I write this with tears in my eyes.

I have talked before about my anger issues. As a child and a teenager I was angry all the time. I didn’t know why I was angry. I just was. Even worse, I didn’t even know I was angry. I wasn’t aware that anger was burning deep inside me, killing me from the inside out.

I didn’t get into fights. I didn’t hit anyone. But I was much too stern and I kept everyone at arm’s length. The smallest of things was enough to set me off and I’d yell an angry retort and stomp away to go simmer in my room.

Being a gifted child didn’t help either. To me, everybody was utterly stupid and I looked at pretty much everyone with contempt. It is quite normal for everybody to see themselves as the norm. I didn’t think of myself as gifted. I saw myself as having a “normal” intelligence. So, if I was a regular, average kid , then everybody else had to be stupid because, how else do you explain the fact that they don’t understand things as easily and as quick as you do? Math class was the worse. I was always angry during those. I couldn’t understand how my classmates didn’t understand such basic concepts. It took me a while to realize I was smarter than the rest. It probably didn’t happen until 6th grade, when the nuns started to assign students to me for tutoring. I don’t know how we all survived that. The poor other kids, because I didn’t hit them for being slow and I, because I managed to not hit anyone and not call anyone names. My charges were terrified of me, but they improved. And the more they improved, the more the nuns would assigned more girls to be tutored by me. By ninth grade, girls were coming to me out of their own volition and I helped them all. I started to get an inkling on how to control The Beast, whatever it was. How to keep it at bay.

I was angry in my 20s too, although less. My health problems really kicked in at that time and I guess I was too busy being in pain and ill that I didn’t have the mind to be angry that much. Besides, I now had two delightful, brilliant kids and that helped, believe it or not. My kids taught me patience. They taught me fun. They taught me happiness.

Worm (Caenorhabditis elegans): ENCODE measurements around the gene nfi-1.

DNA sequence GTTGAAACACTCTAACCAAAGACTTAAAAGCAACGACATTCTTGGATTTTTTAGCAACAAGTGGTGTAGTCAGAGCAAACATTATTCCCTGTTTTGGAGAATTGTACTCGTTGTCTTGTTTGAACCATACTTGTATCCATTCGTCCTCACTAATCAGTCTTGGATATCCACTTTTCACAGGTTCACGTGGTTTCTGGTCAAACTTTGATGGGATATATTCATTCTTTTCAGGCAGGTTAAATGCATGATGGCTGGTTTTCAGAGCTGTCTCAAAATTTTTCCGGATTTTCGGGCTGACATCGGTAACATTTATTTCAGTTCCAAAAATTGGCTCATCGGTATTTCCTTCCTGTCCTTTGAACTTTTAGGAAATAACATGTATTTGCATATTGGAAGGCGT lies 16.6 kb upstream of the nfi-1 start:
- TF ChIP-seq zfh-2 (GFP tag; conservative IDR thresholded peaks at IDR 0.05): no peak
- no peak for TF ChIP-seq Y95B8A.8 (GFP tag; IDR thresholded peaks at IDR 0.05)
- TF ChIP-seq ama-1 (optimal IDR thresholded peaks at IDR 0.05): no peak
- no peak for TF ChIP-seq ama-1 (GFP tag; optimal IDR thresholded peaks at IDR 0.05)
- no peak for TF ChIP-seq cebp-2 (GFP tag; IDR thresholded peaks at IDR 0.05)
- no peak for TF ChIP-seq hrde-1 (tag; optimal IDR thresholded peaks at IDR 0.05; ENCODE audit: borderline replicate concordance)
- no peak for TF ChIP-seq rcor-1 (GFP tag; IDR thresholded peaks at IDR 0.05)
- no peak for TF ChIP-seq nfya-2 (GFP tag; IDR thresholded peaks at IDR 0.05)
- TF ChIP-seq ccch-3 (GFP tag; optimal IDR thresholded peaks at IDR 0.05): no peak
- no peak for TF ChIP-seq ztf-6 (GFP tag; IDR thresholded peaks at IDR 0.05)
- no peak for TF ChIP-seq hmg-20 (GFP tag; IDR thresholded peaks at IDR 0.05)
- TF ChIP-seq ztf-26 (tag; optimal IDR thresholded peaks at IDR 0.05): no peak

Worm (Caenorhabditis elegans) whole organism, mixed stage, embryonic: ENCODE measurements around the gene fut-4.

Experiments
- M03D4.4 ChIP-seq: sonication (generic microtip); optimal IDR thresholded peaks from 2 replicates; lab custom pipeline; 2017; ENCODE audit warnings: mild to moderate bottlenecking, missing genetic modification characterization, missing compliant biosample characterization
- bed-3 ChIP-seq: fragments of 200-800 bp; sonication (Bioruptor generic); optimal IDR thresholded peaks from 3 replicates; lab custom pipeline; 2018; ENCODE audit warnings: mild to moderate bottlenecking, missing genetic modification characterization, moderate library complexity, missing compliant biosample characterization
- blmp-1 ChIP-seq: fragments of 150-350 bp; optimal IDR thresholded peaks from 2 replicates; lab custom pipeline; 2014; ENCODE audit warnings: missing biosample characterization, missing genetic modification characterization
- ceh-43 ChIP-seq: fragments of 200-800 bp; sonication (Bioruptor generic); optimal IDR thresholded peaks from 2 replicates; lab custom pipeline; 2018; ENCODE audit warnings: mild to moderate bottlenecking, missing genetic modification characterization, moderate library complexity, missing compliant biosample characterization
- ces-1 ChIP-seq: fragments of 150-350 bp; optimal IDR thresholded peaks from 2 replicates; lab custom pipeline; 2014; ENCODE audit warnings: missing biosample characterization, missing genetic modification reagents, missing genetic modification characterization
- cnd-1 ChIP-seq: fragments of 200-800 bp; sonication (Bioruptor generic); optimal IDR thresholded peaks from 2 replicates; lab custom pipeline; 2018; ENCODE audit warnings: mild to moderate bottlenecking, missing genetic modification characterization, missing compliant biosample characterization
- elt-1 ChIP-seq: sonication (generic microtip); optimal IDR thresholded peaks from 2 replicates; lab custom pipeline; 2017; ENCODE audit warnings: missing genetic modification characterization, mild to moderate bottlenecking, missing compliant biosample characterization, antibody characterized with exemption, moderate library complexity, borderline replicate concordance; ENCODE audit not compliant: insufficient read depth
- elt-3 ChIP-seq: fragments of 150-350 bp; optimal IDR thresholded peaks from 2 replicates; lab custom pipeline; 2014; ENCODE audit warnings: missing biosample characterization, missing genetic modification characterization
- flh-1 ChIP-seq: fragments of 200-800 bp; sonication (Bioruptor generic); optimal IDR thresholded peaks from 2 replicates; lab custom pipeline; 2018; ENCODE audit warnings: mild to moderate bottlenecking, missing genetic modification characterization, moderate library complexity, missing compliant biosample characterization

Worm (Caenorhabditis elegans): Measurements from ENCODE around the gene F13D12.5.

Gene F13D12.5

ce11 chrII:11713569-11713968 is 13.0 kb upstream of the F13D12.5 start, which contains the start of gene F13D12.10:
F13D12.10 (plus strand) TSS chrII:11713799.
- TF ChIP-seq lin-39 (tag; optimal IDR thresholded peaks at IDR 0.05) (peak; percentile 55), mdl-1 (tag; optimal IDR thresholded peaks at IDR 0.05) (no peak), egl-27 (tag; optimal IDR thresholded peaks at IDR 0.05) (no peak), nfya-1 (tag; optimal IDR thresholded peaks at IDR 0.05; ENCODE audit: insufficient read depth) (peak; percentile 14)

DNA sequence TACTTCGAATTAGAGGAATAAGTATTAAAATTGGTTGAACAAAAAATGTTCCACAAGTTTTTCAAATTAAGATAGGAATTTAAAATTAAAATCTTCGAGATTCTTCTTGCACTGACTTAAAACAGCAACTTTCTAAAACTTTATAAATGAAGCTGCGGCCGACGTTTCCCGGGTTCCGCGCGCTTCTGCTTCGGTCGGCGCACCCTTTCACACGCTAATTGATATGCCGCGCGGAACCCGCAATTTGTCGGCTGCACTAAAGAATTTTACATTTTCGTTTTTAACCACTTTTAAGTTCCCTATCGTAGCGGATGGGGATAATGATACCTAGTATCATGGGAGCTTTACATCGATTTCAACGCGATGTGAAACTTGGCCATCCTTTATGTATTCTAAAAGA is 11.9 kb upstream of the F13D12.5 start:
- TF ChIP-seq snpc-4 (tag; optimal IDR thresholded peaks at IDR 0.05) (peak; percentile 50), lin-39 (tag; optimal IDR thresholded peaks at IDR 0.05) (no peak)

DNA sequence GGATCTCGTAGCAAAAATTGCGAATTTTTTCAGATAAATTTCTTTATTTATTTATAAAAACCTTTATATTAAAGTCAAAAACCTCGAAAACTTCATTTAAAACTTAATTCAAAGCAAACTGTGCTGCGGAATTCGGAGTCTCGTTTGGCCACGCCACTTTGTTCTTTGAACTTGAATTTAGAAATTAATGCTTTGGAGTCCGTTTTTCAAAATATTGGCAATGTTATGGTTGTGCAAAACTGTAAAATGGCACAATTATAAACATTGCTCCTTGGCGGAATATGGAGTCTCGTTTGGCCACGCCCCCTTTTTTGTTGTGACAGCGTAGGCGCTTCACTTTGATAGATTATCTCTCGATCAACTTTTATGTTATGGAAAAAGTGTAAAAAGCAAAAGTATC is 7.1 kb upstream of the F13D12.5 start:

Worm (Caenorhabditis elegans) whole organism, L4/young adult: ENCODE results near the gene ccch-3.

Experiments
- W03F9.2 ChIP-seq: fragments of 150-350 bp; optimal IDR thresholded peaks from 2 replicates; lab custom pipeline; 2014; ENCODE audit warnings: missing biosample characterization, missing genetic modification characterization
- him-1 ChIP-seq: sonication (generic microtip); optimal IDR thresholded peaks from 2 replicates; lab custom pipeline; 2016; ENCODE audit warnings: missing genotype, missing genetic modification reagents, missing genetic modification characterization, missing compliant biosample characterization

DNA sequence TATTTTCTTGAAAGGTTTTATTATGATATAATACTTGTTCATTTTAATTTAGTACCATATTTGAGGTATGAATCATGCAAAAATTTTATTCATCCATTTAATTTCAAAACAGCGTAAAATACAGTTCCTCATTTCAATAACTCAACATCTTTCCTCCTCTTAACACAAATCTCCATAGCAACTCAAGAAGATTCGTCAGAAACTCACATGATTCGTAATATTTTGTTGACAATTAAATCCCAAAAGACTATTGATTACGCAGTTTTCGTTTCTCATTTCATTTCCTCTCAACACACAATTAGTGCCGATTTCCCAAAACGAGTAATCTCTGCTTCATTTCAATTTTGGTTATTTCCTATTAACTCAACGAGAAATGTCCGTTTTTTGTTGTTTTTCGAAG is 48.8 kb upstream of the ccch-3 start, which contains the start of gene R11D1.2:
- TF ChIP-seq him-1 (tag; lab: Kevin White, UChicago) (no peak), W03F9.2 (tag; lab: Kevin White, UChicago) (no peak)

That’s when I realized that that thing I felt, that pain deep in my chest, The Beast, was anger. I also started to realize what it was doing to me and to others. And with that, came sadness and shame. A profound understanding that anger never solves anything. That it never brings anything good.  That only brings hurt to everyone involved.

That’s when I committed myself to actively thwart the anger. To beat the Beast. I didn’t want to be angry anymore. I didn’t want to hurt and I didn’t want anyone else to hurt because of it.

And so the war started. The war between The Beast and I.

However, it wasn’t too long before I realized I couldn’t really kill the Beast. All I could do was to keep it chained in the deepness of my being. Something weird happened then. I became frozen inside. I suppose that my mind decided it was the only way to control The Beast. The side effect of that was two-fold: 1. I could get angry on the outside anymore, and 2. I was directing all the anger inward, causing myself great emotional pain.

But on the outside, my 30s brought many victories. The Beast was less and less seen. I was getting more and more successful at keeping it contained. That’s also when I moved to Canada so loving it here so much might’ve been that extra help I needed. I don’t know. But I did get better and better at it. Nevertheless, my therapist would often comment about my inability to get angry and how that wasn’t really a good thing as we do need to express our feelings instead of burying them inside. And besides, he said, sometimes it is OK to be angry. That there is such thing as healthy anger. I haven’t managed to do that just  yet.

I had an epiphany of sorts while watching The Avengers. There is this scene where Dr. Banner finally explains to the rest of the team what his secret is:

Yep, that’s me. And as Dr. Banner would tell you, it is always ugly when The Beast surfaces.

Today was one of those days.

And now I lay here in bed, feeling very sad for the hurt it caused.